The Sicilian fell well short in his ambition to defend the yellow jersey he won last year but salvaged his race with a late stage win in the Alps. That was a second win in what has been a disappointing season by Nibali’s standards and the Astana team has been open about the possibility of sending the rider to the Vuelta in August and September. Given the way he improved towards the latter stages of the Tour, he may represent Astana's best chance of salvaging a Grand Tour win from this season, otherwise Fabio Aru will lead the line.
Cyclingnews understands that Nibali has met up with his family and will have a few days off before meeting with Paolo Slongo and Alexander Schefer to make a final decision, based on what sort of condition he is in after coming through the Tour.
“If Vincenzo goes to the Vuelta it’s really important that he has a good condition to support the ambitions of the Astana team. The plan is to go to the Vuelta to win, with Vincenzo, or Fabio Aru, and it’s really important that the condition is very good, to support these ambitions. He will probably make the decision next Saturday,” Nibali’s agent Alex Carera told Cyclingnews.
The Vuelta might be in the immediate future but Nibali’s longer-term plans have also been under the spotlight. The 30-year-old has another year left on his contract with Astana and should be exempt from the rumour mill that ratchets up at this time of year.
However, Astana general manager Alexandr Vinokourov hit the headlines during the Tour when he was reported to have told Nibali, after a disappointing first day in the Pyrenees, that he could find another team for 2016. Furthermore, on Tuesday morning Italian daily newspaper La Gazzetta dello Sport suggested that Nibali will not renew with Astana for 2017 and that he has ambitions of forming an Italian-based outfit in the future.
Carera, who called Vinoukourov when he read that news during the Tour and was immediately told it wasn’t true, insists that Nibali is perfectly happy with his current team and will indeed consider extending when the time comes.
“Of course we’ll talk with Astana," he said. "At the Tour this year not everything was ok but in three years, in the four Grand Tours that Vincenzo has done with Astana, he has won twice and one time was second.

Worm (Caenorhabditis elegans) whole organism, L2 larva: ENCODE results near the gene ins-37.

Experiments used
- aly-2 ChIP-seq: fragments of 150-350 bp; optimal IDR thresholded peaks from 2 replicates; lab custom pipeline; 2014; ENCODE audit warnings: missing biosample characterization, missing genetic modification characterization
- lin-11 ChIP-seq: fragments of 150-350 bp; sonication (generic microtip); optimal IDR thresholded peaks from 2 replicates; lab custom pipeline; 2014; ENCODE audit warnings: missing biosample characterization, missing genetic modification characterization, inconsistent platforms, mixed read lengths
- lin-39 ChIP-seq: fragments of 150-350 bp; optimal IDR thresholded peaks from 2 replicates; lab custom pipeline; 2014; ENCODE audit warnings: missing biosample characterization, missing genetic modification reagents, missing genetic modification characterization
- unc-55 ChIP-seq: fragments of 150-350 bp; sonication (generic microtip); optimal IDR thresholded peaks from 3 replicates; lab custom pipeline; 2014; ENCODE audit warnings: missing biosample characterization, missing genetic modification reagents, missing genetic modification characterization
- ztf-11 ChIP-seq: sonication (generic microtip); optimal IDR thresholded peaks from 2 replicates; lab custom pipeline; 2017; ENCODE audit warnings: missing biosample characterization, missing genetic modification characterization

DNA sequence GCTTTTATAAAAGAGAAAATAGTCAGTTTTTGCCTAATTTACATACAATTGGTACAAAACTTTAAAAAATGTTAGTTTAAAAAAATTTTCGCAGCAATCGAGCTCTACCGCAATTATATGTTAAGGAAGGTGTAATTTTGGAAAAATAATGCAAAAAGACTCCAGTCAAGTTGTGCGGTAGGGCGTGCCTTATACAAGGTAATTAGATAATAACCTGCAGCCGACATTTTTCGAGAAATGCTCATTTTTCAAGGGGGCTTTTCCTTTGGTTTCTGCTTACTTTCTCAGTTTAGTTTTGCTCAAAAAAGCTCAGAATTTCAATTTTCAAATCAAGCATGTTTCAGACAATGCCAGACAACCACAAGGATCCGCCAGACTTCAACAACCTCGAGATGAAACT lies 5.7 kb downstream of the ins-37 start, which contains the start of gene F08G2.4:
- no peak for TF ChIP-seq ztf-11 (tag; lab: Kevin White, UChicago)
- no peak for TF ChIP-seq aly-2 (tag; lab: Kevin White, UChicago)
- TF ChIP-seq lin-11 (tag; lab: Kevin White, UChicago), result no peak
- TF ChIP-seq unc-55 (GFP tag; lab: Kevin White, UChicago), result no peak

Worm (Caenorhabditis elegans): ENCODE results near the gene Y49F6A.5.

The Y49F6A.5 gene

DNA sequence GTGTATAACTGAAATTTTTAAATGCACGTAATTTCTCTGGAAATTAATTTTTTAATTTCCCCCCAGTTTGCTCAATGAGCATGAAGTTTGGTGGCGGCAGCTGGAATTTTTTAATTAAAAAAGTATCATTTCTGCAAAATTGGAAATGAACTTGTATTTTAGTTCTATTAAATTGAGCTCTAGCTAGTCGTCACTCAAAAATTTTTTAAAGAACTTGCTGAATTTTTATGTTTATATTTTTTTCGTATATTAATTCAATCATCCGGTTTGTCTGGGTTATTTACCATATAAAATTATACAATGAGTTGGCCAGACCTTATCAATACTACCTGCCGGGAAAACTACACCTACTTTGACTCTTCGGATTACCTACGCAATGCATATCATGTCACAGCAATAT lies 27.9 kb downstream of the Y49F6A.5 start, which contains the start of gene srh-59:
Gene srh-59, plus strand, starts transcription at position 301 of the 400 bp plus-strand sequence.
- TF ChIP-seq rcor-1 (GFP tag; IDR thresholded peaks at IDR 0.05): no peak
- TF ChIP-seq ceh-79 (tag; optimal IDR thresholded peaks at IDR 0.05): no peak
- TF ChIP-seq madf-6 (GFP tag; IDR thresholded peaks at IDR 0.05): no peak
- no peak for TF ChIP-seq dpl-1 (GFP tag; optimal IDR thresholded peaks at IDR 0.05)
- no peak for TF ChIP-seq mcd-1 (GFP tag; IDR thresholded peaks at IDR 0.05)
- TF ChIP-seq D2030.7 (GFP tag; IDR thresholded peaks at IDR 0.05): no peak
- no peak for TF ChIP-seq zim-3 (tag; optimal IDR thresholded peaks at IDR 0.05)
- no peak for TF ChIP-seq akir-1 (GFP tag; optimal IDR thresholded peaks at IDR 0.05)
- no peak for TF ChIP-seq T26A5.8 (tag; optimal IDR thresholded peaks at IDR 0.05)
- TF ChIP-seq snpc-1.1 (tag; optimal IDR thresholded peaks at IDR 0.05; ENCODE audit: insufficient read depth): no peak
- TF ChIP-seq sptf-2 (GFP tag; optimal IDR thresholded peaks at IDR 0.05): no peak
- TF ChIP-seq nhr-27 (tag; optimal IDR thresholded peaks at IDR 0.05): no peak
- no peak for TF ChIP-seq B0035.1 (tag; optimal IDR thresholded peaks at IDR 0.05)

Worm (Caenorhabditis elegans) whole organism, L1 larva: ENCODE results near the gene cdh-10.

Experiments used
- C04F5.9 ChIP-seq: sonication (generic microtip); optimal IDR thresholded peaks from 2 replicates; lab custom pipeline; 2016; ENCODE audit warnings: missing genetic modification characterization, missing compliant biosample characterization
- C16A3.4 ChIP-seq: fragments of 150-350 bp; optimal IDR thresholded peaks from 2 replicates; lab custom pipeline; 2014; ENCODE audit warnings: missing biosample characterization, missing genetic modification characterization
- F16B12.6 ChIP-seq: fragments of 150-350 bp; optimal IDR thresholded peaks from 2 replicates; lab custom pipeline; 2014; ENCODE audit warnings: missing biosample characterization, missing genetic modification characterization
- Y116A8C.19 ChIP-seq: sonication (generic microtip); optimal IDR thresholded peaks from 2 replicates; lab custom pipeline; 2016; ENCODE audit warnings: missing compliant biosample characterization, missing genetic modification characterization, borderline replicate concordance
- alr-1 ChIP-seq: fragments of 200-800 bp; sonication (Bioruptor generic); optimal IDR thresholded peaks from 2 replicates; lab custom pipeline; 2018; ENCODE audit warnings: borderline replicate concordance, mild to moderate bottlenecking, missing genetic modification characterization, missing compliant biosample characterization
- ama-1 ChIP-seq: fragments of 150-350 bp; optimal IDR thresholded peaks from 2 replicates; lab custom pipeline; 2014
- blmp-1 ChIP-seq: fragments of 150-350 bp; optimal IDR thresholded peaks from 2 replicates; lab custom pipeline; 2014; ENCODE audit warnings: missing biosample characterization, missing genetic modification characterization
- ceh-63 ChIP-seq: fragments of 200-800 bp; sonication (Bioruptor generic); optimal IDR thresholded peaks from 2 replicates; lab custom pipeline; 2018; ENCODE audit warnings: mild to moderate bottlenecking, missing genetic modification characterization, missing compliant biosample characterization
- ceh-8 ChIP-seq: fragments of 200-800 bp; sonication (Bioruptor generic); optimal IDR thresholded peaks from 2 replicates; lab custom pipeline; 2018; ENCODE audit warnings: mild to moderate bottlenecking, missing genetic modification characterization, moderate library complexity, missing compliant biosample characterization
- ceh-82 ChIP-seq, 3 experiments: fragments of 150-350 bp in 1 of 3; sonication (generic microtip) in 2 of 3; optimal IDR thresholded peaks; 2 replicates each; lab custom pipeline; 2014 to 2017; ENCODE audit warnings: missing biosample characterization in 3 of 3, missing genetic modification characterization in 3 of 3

“I think there is no problem. Vincenzo has a good relationship with the staff and team. Of course everything is better when there are many victories. It’s more straightforward, but that’s life. Vincenzo is a good man, has a good image, and I think he’s happy there. He has stayed with the team for 3 years and I think he’s happy."
As for the suggestions of animosity between the rider and Vinokourov: “I think the relationship is a normal one between a manager and a rider".
Carera will wait until after the Tour of Almaty and the Tour of Lombardy before meeting again with the Astana management. Despite insisting it is possible Nibali will stay there in 2017, he acknowledged that there is no shortage of interest surrounding the Italian.
“Vincenzo is a star of cycling, he has had great results in the last four seasons, so it’s normal when other teams know that his contract finishes at the end of 2016, there are some teams that are interested.
“Of course, if his contract finished this year, it’s normal that I would have already started to talk with Astana and many teams but at this moment I don’t think it’s serious to talk.
“There are many, many teams who like Vincenzo. Every team wants the opportunity to win big Tours. Maybe not Movistar or Tinkoff because they already have a star, but other teams with good budgets are interested in Vincenzo.”
Enjoy your first month for just £1 / $1 / €1
*Read 5 free articles per month without a subscription
Try your first month for just £1 / $1 / €1
Deputy Editor - Europe. Patrick is an NCTJ-trained journalist who has seven years’ experience covering professional cycling. He has a modern languages degree from Durham University and has been able to put it to some use in what is a multi-lingual sport, with a particular focus on French and Spanish-speaking riders. After joining Cyclingnews as a staff writer on the back of work experience, Patrick became Features Editor in 2018 and oversaw significant growth in the site’s long-form and in-depth output. Since 2021 he has been Deputy Editor - Europe, taking more responsibility for the site’s content as a whole, while still writing and - despite a pandemic-induced hiatus - travelling to races around the world. Away from cycling, Patrick spends most of his time playing or watching other forms of sport - football, tennis, trail running, darts, to name a few, but he draws the line at rugby.
Thank you for signing up to Cycling News. You will receive a verification email shortly.
There was a problem. Please refresh the page and try again.